Communication is a huge part of every job interview. People want to make sure you’ll be easy to work with because you communicate well. Effective communication doesn’t come naturally to everyone. In a bootcamp, you will have lots of opportunity to practice, but nobody will force you to improve, so it’s up to you to put in the effort.

When you ask for help from a mentor or your peers, try your best to explain your problem clearly. If you notice they have trouble understanding how to help you, try to figure out what you can do better and put it to the test with the next assistance.

When it’s time to demo your project to the class, take it seriously. This is a great skill to have and you’ll make use of it on the job more than you think. There will be many times where you’re leading the work on a product feature and you need to bring your colleagues up to speed on it. This uses the same communication skills as a project demo.

I can’t tell you how many project demos I’ve seen where I don’t understand what the product does or who it’s for. Some visual diagrams or a clear explanation can make a huge difference. When you’ve spent so much time on your project, it’s easy to forget that someone seeing it for the first time doesn’t know anything about it. It’s your job to educate the audience in a clear manner what the project is, what it’s for, and how it works.

Another mistake I’ve seen countless times is when a presenter reads from a script, in a monotone voice. Don’t do this. Everyone can tell you’re reading a script and they’re instantly bored. It’s the least engaging way to present, and therefore poor communication. Have fun with the presentation! You had fun building your project and you’re proud of it, so show it with enthusiasm!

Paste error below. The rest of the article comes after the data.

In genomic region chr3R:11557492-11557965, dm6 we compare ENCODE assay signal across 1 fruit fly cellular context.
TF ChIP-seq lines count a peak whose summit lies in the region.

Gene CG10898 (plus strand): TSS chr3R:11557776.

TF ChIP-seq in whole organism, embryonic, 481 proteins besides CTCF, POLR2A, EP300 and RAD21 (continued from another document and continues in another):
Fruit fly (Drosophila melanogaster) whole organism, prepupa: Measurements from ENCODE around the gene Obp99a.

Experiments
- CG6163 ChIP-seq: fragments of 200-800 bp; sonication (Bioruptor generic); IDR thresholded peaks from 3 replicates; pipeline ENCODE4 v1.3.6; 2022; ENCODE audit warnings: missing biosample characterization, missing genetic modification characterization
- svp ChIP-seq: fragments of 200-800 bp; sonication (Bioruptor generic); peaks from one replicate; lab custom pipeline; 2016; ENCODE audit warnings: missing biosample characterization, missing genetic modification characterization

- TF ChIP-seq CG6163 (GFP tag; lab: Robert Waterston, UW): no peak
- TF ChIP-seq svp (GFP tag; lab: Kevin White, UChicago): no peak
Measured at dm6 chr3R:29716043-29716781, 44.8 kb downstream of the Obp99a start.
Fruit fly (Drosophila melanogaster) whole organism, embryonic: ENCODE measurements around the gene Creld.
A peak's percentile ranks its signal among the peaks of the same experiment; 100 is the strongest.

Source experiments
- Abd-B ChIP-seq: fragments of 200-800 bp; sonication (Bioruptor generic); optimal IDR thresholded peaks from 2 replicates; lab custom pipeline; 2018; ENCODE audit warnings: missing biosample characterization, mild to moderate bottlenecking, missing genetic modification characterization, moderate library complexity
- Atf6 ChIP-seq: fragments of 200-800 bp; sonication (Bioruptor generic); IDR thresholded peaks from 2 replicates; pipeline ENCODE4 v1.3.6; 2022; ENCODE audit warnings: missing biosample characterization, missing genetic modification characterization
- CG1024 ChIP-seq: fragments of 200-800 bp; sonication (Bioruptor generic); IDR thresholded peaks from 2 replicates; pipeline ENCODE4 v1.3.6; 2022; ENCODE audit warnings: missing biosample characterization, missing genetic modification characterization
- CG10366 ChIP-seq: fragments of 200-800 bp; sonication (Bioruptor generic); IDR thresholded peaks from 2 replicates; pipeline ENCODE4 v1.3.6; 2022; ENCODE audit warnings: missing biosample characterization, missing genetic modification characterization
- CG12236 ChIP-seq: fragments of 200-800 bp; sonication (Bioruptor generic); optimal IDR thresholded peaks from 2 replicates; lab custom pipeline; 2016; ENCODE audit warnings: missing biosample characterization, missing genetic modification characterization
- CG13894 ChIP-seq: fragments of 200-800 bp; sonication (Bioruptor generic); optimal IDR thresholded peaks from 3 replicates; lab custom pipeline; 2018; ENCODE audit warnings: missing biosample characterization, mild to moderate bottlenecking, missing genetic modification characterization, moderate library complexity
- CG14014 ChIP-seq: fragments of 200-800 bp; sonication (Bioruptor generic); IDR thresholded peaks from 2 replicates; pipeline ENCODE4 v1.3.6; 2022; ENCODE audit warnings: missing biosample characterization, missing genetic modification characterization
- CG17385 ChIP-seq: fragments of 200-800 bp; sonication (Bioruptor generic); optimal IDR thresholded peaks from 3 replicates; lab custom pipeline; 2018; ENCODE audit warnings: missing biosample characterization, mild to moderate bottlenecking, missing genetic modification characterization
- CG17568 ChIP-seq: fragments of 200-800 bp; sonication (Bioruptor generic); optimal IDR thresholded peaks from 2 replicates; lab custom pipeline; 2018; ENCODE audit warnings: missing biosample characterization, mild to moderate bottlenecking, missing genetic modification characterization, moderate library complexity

Tip 5. Be resourceful

Use the resources that your bootcamp recommends. I mean use them a lot. More than you probably think. Seriously, developers don’t just remember every function name and how it works. We look things up constantly.

Also, use resources other than the ones your bootcamp recommends. In the real world, developers don’t consult a trusted list of books and websites whenever they run into a problem. They simply google the error message and look at whichever results seem useful. Don’t even limit yourself to written material; sometimes a video is just right for the occasion. Learning to find relevant results by searching the right terms is a skill in itself, and a surprisingly uncommon one. The solution to your problem won’t always be on one of your favourite websites, but it’s out there somewhere. You need to know how to find it.

Discover libraries and frameworks that the course doesn’t mention. I was always impressed when a student would come up to me and say, “I found this library called X and I want to use it in my project. I read the docs and saw some examples, and it seems like a good way to do Y. Do you know how to use it?” My answer was typically, “No, but I can figure it out with you.” Those students always did well in the end. Even if you don’t end up using what you found, it’s good to know what’s out there for future projects.

Tip 6. Immerse yourself

One of the best things a bootcamp has to offer is an environment for deep immersion. Take advantage of it! Allow yourself to be immersed in coding. You’ll be surprised how much knowledge you can absorb. It’s the same reason the fastest way to learn a language is to live in a country where you’re surrounded by it.

Spend more time thinking about coding than you thought you could. If you’re not having dreams about coding, you’re not doing enough.